Mumford and Sons stay true to themselves with ‘Babel’

The sound that Mumford and Sons has down to a science has placed them securely into the mainstream music scene over the last few years. On Mumford and Son’s new album, “Babel,” which was released September 24, the sound is preserved.

In their last album “Sigh No More”, the band made folk, bluegrass and gospel popular. The songs off of “Babel” are upbeat and often reference grace. The album has raw vocals and a bluegrass twang sound. “Babel” follows suit Mumford and Sons their first album and includes just as many unique melodies.

The songs are expanded upon in this album to create a more dynamic sound. The album flows well, especially between the quick paced tunes and slower ones. The title track “Babel” is dynamic, intriguing and energetic. The song has highs and lows, making it an interesting listen.

Other notable songs off the album are “Holland Road,” “Ghosts That We Knew,” “Hopeless Wanderer” and “Not With Haste” which ends the album.

“Holland Road” starts with lyrics that are very relatable. This song has a strong beat and a dynamic that builds to help reinforce what the song is saying; that one will fall down, but will get back up. Most of the songs from the album have a great meaning to them, such as lyrics from “Not With Haste” such as “I am what I am.” Most of the songs directly state the meanings the band wishes to convey.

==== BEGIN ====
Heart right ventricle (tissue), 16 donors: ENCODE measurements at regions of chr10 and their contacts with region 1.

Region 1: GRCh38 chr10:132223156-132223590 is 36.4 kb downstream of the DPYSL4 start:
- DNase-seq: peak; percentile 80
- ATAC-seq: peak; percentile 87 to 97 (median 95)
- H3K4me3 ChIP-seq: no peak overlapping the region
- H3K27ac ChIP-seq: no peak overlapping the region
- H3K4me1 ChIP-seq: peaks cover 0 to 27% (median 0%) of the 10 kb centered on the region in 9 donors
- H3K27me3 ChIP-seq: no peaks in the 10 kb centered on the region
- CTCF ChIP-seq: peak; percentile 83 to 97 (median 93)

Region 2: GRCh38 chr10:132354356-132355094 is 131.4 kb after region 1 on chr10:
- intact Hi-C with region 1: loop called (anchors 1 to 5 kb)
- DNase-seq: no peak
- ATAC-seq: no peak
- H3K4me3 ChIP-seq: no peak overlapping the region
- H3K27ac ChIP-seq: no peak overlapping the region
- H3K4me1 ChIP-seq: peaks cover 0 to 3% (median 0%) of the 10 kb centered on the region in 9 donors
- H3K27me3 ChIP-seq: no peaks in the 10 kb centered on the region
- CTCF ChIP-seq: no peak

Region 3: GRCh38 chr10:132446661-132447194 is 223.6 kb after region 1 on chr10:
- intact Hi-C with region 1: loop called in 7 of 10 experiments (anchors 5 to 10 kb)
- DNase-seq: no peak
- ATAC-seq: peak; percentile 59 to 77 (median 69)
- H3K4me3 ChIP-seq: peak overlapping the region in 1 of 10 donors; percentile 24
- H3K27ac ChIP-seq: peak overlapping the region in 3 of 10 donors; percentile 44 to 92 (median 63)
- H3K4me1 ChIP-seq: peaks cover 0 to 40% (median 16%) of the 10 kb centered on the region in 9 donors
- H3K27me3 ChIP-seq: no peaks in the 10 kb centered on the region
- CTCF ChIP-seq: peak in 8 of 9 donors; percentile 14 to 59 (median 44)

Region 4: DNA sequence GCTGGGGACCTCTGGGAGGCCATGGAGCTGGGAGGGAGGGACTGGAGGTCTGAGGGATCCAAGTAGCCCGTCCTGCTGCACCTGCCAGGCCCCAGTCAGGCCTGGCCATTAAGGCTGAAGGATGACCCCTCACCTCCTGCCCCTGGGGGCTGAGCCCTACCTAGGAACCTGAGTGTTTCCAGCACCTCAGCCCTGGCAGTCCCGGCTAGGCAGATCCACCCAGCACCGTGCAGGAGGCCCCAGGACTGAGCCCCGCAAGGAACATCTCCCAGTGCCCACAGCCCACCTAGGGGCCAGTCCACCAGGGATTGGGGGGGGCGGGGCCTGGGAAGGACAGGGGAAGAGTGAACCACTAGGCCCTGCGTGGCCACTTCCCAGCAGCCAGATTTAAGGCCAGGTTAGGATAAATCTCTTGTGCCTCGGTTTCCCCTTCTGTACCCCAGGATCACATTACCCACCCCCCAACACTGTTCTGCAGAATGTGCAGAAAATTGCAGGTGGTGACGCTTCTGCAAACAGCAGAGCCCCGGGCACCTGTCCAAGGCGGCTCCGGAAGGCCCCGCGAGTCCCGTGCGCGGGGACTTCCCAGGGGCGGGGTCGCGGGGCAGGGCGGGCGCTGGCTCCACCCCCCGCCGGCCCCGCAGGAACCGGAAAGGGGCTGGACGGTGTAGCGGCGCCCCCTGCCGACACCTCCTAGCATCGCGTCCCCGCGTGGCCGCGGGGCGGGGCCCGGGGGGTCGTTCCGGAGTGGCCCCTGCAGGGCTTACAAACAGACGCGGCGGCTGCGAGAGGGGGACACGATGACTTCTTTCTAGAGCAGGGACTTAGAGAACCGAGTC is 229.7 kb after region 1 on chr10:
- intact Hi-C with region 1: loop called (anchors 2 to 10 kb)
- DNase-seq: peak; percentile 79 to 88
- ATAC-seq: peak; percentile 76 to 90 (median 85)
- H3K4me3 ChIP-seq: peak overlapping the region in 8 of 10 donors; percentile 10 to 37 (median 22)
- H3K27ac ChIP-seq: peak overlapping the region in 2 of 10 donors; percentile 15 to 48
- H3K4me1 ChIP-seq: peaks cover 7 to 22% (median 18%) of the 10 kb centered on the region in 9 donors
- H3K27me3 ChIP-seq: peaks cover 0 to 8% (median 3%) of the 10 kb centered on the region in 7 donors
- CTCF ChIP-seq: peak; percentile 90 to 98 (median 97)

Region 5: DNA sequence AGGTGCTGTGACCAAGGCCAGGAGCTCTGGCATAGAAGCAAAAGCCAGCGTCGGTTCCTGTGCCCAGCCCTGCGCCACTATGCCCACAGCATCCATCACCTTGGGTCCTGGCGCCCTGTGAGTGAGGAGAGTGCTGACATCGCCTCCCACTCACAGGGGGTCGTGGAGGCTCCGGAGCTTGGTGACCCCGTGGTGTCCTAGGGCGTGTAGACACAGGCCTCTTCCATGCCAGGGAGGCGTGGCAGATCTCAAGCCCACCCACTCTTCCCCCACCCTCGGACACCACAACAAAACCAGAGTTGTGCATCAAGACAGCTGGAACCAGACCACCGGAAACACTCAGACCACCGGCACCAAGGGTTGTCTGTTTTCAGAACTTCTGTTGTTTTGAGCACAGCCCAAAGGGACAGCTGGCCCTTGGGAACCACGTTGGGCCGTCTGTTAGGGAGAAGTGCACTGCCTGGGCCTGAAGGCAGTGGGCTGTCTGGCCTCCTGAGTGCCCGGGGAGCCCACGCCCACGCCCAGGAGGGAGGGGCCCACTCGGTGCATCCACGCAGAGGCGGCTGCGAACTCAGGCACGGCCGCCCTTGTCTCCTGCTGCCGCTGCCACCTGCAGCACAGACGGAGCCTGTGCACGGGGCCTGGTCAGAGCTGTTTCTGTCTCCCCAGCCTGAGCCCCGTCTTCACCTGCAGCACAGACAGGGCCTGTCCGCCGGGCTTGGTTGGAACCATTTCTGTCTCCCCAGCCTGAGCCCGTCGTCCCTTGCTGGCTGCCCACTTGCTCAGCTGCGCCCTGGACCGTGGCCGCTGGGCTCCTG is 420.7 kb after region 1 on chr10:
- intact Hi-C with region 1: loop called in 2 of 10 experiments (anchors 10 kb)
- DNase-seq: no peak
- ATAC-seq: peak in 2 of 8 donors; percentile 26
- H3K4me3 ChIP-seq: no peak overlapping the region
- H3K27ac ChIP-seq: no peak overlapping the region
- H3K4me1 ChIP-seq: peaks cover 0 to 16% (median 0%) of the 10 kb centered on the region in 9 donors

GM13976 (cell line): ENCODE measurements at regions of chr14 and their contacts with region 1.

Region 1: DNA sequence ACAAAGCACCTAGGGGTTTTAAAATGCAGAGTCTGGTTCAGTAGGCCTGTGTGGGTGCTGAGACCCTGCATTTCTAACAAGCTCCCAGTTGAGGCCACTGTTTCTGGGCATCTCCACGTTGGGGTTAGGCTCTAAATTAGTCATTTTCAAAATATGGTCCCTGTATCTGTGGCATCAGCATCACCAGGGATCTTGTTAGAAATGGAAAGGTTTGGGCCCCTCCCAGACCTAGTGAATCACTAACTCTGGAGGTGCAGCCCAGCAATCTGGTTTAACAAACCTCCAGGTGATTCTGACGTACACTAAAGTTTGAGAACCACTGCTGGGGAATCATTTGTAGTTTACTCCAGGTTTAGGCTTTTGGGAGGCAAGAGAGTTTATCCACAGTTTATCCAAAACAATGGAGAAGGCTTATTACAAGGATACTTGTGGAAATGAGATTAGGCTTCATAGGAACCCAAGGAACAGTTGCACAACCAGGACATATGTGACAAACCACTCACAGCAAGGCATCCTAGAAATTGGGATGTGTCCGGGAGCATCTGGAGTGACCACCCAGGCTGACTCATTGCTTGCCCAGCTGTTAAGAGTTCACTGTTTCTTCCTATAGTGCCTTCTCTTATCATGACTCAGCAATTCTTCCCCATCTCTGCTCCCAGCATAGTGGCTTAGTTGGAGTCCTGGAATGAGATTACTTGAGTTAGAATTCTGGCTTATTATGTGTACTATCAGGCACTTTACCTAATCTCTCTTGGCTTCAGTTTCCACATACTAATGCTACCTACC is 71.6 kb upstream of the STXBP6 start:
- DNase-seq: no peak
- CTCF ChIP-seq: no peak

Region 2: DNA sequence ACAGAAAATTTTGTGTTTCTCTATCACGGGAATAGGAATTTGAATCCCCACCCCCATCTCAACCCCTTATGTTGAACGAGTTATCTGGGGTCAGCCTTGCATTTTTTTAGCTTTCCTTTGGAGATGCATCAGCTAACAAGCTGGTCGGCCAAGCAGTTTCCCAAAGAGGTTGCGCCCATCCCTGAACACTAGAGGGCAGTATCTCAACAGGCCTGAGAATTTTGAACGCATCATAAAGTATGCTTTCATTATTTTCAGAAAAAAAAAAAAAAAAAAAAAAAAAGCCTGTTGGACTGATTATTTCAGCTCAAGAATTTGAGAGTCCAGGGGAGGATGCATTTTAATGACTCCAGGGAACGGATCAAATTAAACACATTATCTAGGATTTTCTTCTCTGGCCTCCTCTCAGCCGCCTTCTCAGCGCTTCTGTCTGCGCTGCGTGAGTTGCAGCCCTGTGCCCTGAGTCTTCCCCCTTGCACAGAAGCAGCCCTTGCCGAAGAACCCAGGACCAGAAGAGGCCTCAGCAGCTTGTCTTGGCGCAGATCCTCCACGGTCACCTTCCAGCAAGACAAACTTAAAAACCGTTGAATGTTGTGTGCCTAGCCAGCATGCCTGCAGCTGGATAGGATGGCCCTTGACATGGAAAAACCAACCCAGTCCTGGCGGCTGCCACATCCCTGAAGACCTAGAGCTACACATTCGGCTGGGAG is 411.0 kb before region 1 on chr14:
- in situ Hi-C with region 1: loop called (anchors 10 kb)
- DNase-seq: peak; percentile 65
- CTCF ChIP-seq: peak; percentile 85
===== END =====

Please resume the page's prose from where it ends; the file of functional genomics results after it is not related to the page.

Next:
There is a deluxe version of the album, which will satisfy the band’s large audience. The bonus tracks, “For Those Below” and “Where Are You Now,” have a different sound compared what people expect from Mumford and Sons. “For Those Below” involves to singers, along with a beautiful violin accompaniment. “Where Are You Now,” is a sweet song about the loss of a lover and the sadness that ensues. “You said no one would ever know the love that we had shared, as I took my leave to go, it was clear you didn’t care,” a sad, remembrance of an ended relationship. Overall, the album is a success and shows that the band is here to stay.

Songs like “Holland Road” and “Hopeless Wanderer” make “Babel” worth listening to.

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